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RAE 2008

Rearch Assessment Exercise 2008

Rosemarie McGoldrick

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Research Outcomes

Outcome 1 - Techniques of the Bird Observer II
The position of animals in our society is an issue once principally addressed by scientists only. Increasingly, academics in the fields of philosophy, law and the arts now come at the question from angles that challenge the hegemony of the scientific establishment in this area; I see my research as part of this development.
Techniques of the Bird Observer II is a white wall-mounted box with a pair of red-lens binoculars emerging from the box - an alienating presence. If the viewer approaches the binoculars and looks through a lens, a small shock lies in store - the glass eye of a stuffed bird stares back at the viewer close-up, a pigeon or a sparrow, depending on the lens chosen. The piece is about species-ism - overcoming a simple fairground fear in order to look at animals and recognise that we are animals, too, and that we are also being looked at.


Outcome 2 - Techniques of the Bird Observer I
Techniques of the Bird Observer I sought to address issues surrounding the animal as entertainment, how humanity intervenes in nature for its own ends. I sited a stainless steel mutoscope in the heart of the woods on the Chiltern Sculpture Trail in Oxfordshire, into which a visitor peers and hand-cranks a one-minute flicker movie of the re-introduced raptor, the Red Kite, in flight against a blue sky.
The intended focus was the paradox behind conservation - that human intervention and control is required on behalf of other species, whose condition or welfare we consider to have been affected by human intervention and control.
Assigning grace, drama or aspiration to the flight of a bird reveals the pathetic fallacy at work. Our perception of conservation is riven through with Ruskin’s idea; we anthropomorphise, project our own love of life on the lives of other animals, lives we farmed in the first place to make our own more bearable.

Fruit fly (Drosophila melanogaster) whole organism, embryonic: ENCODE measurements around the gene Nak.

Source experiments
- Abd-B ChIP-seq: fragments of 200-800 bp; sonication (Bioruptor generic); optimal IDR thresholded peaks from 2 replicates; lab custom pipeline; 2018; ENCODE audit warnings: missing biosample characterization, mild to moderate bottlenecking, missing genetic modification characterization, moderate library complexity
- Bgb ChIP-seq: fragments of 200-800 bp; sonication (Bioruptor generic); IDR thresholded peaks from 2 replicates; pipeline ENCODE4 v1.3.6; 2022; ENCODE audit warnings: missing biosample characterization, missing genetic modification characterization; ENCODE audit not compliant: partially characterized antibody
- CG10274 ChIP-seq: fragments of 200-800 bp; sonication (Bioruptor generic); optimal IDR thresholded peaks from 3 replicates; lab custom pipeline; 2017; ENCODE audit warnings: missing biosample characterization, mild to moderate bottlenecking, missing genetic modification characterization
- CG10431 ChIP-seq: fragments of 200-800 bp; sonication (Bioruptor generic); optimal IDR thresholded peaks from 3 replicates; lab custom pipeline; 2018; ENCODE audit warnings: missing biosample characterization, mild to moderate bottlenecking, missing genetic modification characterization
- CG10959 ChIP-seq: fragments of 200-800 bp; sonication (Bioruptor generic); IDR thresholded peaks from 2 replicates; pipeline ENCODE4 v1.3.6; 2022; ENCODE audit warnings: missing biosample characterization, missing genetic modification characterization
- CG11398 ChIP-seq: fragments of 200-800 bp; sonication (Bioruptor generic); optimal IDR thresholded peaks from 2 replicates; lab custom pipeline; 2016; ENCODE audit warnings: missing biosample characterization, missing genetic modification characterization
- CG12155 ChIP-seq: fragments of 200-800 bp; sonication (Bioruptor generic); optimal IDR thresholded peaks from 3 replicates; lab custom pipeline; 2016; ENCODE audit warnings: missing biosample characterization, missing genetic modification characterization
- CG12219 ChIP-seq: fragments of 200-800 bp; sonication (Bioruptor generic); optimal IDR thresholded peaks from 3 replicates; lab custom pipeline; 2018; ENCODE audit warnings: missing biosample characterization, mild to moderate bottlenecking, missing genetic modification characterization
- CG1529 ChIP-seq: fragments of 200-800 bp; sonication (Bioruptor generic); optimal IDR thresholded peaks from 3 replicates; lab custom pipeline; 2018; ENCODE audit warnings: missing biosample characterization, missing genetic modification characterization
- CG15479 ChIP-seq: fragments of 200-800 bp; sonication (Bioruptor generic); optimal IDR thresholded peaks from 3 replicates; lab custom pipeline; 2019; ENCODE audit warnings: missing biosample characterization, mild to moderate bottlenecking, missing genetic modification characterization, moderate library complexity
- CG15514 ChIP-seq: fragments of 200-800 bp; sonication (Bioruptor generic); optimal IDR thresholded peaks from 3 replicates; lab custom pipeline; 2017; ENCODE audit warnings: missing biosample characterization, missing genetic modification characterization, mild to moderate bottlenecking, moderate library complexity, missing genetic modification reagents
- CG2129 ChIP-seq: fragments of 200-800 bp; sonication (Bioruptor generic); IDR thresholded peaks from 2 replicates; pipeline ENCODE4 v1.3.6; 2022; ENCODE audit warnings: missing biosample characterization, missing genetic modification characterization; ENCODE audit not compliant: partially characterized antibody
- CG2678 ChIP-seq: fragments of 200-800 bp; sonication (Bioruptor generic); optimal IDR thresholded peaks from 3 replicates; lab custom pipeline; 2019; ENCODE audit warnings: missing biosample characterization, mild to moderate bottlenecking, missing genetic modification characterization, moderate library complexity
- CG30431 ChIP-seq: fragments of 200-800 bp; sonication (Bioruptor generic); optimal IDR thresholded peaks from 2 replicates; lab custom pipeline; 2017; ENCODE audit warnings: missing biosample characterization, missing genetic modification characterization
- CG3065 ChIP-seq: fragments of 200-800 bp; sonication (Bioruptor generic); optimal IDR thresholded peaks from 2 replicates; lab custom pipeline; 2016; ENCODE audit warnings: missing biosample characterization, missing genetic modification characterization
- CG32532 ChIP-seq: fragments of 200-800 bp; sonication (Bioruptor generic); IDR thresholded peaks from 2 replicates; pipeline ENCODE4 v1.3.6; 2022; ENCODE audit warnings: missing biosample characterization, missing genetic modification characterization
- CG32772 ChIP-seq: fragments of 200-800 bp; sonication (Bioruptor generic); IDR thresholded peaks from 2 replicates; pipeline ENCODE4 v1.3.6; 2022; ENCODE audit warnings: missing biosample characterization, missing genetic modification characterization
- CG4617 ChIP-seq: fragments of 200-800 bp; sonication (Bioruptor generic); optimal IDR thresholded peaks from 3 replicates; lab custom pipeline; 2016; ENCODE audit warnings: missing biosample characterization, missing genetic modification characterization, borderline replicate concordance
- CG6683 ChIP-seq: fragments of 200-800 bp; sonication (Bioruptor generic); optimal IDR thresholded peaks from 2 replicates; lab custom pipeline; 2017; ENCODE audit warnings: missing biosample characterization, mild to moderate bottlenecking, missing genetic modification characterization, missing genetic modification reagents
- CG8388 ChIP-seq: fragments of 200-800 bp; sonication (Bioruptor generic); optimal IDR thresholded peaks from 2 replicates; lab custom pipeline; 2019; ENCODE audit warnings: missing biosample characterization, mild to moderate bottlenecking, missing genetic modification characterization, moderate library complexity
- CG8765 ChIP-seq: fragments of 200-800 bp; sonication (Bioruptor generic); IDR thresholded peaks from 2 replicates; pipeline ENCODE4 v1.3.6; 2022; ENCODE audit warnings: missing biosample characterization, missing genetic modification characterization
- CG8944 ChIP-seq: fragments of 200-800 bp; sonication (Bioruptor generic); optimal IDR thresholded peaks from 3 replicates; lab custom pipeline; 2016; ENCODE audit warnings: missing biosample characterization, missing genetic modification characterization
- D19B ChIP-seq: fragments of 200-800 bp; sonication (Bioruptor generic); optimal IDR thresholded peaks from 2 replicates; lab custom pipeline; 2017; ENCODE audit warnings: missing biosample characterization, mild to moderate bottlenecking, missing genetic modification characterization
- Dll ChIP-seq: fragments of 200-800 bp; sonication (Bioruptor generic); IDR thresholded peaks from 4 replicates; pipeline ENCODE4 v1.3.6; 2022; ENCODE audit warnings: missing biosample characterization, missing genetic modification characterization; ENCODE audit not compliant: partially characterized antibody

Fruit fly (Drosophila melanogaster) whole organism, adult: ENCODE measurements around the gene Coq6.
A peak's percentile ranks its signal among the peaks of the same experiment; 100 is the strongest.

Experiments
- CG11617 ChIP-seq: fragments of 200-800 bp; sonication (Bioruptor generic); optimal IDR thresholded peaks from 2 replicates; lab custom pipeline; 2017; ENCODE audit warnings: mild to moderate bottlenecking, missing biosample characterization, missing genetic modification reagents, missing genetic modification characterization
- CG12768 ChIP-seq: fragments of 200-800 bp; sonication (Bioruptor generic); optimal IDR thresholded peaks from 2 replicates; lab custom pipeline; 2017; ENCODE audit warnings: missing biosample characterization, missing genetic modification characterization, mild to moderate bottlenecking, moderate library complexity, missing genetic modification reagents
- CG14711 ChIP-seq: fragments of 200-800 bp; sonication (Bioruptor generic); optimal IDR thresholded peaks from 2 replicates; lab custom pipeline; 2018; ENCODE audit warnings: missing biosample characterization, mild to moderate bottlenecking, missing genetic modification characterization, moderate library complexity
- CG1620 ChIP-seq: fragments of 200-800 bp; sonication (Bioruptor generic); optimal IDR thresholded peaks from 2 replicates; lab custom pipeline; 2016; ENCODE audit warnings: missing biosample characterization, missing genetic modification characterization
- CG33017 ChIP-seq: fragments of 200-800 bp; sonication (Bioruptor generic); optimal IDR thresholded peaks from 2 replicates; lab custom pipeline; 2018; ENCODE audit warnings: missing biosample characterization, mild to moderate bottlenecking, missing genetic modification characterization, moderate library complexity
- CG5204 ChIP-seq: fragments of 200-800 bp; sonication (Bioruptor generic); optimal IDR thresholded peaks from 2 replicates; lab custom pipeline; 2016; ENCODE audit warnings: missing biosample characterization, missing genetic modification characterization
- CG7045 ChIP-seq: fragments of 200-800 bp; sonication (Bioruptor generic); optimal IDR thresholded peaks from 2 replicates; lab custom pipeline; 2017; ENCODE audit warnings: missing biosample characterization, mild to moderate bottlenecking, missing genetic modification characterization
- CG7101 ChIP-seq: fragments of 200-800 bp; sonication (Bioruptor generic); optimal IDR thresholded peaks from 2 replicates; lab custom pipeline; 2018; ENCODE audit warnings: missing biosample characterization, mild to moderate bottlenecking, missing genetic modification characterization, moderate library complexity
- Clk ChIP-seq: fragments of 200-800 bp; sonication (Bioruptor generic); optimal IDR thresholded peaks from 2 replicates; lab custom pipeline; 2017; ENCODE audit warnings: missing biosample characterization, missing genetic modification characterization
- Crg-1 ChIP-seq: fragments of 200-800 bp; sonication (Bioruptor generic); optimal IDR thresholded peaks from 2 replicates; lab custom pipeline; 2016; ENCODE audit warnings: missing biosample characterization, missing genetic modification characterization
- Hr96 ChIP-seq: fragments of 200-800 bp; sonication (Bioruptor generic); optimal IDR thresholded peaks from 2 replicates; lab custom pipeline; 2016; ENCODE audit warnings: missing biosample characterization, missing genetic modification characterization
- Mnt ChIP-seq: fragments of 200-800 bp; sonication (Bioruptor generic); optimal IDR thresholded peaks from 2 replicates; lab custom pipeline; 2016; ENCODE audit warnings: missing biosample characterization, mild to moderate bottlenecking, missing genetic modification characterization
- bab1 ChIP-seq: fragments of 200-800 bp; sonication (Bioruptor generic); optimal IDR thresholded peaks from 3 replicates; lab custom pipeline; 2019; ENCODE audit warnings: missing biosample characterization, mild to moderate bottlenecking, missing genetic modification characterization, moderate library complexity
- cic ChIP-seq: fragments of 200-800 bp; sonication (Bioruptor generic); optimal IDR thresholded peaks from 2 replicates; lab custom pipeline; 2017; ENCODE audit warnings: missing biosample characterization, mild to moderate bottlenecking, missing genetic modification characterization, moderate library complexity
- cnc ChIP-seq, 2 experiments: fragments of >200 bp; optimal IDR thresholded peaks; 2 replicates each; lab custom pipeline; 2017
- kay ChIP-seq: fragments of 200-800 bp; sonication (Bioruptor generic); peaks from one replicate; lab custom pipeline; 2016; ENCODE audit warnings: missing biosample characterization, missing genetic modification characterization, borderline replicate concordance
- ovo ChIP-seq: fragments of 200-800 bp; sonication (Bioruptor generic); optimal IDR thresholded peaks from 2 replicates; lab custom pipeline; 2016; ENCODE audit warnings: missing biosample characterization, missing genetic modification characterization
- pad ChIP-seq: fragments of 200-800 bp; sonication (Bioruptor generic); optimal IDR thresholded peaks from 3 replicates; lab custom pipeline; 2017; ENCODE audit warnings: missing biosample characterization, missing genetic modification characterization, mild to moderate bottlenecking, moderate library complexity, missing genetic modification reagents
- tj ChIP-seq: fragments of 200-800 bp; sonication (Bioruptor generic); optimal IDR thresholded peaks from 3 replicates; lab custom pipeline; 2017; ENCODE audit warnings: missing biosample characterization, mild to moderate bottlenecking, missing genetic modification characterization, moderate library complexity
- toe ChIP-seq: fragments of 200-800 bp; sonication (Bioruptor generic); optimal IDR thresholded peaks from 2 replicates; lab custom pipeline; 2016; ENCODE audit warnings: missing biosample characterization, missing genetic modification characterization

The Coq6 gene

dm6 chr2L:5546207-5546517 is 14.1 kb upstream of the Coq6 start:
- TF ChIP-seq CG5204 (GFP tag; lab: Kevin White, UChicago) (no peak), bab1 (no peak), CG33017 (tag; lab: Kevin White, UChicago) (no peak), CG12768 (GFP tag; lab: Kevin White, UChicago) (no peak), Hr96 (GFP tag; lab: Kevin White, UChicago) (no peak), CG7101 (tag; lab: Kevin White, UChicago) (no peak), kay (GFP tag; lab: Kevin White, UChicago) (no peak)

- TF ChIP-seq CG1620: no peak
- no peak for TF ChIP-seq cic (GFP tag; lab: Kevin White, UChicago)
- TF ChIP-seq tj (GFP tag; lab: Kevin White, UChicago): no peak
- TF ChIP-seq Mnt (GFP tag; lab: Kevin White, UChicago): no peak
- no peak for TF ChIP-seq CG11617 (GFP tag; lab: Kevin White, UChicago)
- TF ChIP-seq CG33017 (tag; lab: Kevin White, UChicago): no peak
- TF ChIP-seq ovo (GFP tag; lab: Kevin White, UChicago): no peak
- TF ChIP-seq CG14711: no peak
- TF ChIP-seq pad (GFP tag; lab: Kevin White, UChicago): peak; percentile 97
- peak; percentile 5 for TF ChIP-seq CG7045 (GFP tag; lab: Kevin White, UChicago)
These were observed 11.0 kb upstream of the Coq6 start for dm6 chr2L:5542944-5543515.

Outcome 3 - Six Hundred Miles in Search of a Sea Eagle
In 2004 I organised a research trip with my family to the Isle of Mull, where eco-tourism companies derive income from taking visitors to see sea eagles. Despite my best intentions, I never saw a Sea Eagle, and I came back to London dispirited.
After making a few dark drawings of Mull in the studio, I re-visited my journal recording the moods and events of the trip and decided to mix writing and illustrations to produce a short art book about not encountering the object of desire. The fictive/factual text is thus based on the notion that I went a long way to see a bird but never actually saw it - never really saw much at all, in fact, but had to imagine it instead - which turns out to be precisely the lot of the nature artist, who invariably has to fictionalise or "recollect in tranquillity".


Outcome 4 - Bird, Plane, Superwoman
To illustrate the artist/viewer nexus in relation to my research into nature-watching, in 2006 I embarked on a series of photographic prints examining degrees of reflexivity in nature-watching. One of these - Bird, Plane, Superwoman - is a photographic self-portrait of me looking through binoculars at the camera with paper cut-outs of a bird in flight and a jet fighter respectively stuck on to the lenses of the binoculars - and thus examines the space and distance between viewer and artist. The interposition of the binoculars and the superficial cut-outs are alienating devices, requiring the viewer to consider themes of looking and watching inside and outside the conventions of portraiture.


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